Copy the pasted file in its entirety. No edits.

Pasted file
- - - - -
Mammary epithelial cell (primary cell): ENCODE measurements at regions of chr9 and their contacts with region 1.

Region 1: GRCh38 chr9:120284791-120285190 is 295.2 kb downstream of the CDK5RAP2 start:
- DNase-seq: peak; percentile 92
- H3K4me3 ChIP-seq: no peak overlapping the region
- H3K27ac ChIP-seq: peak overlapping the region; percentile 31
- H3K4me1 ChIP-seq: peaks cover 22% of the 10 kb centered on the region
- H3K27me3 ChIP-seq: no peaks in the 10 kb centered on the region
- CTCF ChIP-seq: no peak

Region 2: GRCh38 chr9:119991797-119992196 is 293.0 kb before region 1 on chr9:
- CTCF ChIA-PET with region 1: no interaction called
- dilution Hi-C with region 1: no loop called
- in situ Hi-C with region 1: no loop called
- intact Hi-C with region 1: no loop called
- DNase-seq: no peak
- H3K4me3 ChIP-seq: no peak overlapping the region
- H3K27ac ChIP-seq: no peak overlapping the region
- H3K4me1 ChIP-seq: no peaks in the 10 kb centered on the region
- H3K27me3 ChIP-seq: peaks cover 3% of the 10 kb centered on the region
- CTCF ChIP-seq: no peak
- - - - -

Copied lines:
Mammary epithelial cell (primary cell): ENCODE measurements at regions of chr9 and their contacts with region 1.

Region 1: GRCh38 chr9:120284791-120285190 is 295.2 kb downstream of the CDK5RAP2 start:
- DNase-seq: peak; percentile 92
- H3K4me3 ChIP-seq: no peak overlapping the region
- H3K27ac ChIP-seq: peak overlapping the region; percentile 31
- H3K4me1 ChIP-seq: peaks cover 22% of the 10 kb centered on the region
- H3K27me3 ChIP-seq: no peaks in the 10 kb centered on the region
- CTCF ChIP-seq: no peak

Region 2: GRCh38 chr9:119991797-119992196 is 293.0 kb before region 1 on chr9:
- CTCF ChIA-PET with region 1: no interaction called
- dilution Hi-C with region 1: no loop called
- in situ Hi-C with region 1: no loop called
- intact Hi-C with region 1: no loop called
- DNase-seq: no peak
- H3K4me3 ChIP-seq: no peak overlapping the region
- H3K27ac ChIP-seq: no peak overlapping the region
- H3K4me1 ChIP-seq: no peaks in the 10 kb centered on the region
- H3K27me3 ChIP-seq: peaks cover 3% of the 10 kb centered on the region
- CTCF ChIP-seq: no peak